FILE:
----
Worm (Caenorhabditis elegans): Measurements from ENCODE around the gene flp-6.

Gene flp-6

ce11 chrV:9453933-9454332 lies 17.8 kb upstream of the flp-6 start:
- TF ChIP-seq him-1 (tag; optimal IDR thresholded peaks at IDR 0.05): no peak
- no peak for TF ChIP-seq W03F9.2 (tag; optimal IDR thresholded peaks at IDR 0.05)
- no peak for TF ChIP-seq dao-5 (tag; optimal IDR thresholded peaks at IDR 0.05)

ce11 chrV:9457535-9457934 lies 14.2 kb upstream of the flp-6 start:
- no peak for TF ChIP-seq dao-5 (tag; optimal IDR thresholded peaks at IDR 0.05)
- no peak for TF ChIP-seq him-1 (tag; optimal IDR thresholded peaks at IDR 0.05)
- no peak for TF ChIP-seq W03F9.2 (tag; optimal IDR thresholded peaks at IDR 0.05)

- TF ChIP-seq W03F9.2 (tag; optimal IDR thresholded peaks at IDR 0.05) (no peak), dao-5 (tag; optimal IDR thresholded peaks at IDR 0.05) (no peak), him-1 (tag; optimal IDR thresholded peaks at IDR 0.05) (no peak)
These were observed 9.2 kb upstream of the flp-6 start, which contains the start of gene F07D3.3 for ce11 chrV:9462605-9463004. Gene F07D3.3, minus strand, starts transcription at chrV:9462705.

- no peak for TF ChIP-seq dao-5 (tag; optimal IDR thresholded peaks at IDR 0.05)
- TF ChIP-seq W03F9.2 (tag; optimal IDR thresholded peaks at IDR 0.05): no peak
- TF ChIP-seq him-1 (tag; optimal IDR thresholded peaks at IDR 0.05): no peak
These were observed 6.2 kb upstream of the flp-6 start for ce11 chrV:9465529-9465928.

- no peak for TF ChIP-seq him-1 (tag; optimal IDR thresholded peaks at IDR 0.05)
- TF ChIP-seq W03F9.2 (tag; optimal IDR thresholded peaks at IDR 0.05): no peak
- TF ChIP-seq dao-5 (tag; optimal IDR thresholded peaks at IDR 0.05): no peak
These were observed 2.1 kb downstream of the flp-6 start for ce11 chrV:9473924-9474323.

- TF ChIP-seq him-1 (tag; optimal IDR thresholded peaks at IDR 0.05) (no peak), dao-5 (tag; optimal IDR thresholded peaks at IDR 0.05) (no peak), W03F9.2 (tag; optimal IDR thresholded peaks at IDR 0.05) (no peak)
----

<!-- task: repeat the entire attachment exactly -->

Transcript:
Worm (Caenorhabditis elegans): Measurements from ENCODE around the gene flp-6.

Gene flp-6

ce11 chrV:9453933-9454332 lies 17.8 kb upstream of the flp-6 start:
- TF ChIP-seq him-1 (tag; optimal IDR thresholded peaks at IDR 0.05): no peak
- no peak for TF ChIP-seq W03F9.2 (tag; optimal IDR thresholded peaks at IDR 0.05)
- no peak for TF ChIP-seq dao-5 (tag; optimal IDR thresholded peaks at IDR 0.05)

ce11 chrV:9457535-9457934 lies 14.2 kb upstream of the flp-6 start:
- no peak for TF ChIP-seq dao-5 (tag; optimal IDR thresholded peaks at IDR 0.05)
- no peak for TF ChIP-seq him-1 (tag; optimal IDR thresholded peaks at IDR 0.05)
- no peak for TF ChIP-seq W03F9.2 (tag; optimal IDR thresholded peaks at IDR 0.05)

- TF ChIP-seq W03F9.2 (tag; optimal IDR thresholded peaks at IDR 0.05) (no peak), dao-5 (tag; optimal IDR thresholded peaks at IDR 0.05) (no peak), him-1 (tag; optimal IDR thresholded peaks at IDR 0.05) (no peak)
These were observed 9.2 kb upstream of the flp-6 start, which contains the start of gene F07D3.3 for ce11 chrV:9462605-9463004. Gene F07D3.3, minus strand, starts transcription at chrV:9462705.

- no peak for TF ChIP-seq dao-5 (tag; optimal IDR thresholded peaks at IDR 0.05)
- TF ChIP-seq W03F9.2 (tag; optimal IDR thresholded peaks at IDR 0.05): no peak
- TF ChIP-seq him-1 (tag; optimal IDR thresholded peaks at IDR 0.05): no peak
These were observed 6.2 kb upstream of the flp-6 start for ce11 chrV:9465529-9465928.

- no peak for TF ChIP-seq him-1 (tag; optimal IDR thresholded peaks at IDR 0.05)
- TF ChIP-seq W03F9.2 (tag; optimal IDR thresholded peaks at IDR 0.05): no peak
- TF ChIP-seq dao-5 (tag; optimal IDR thresholded peaks at IDR 0.05): no peak
These were observed 2.1 kb downstream of the flp-6 start for ce11 chrV:9473924-9474323.

- TF ChIP-seq him-1 (tag; optimal IDR thresholded peaks at IDR 0.05) (no peak), dao-5 (tag; optimal IDR thresholded peaks at IDR 0.05) (no peak), W03F9.2 (tag; optimal IDR thresholded peaks at IDR 0.05) (no peak)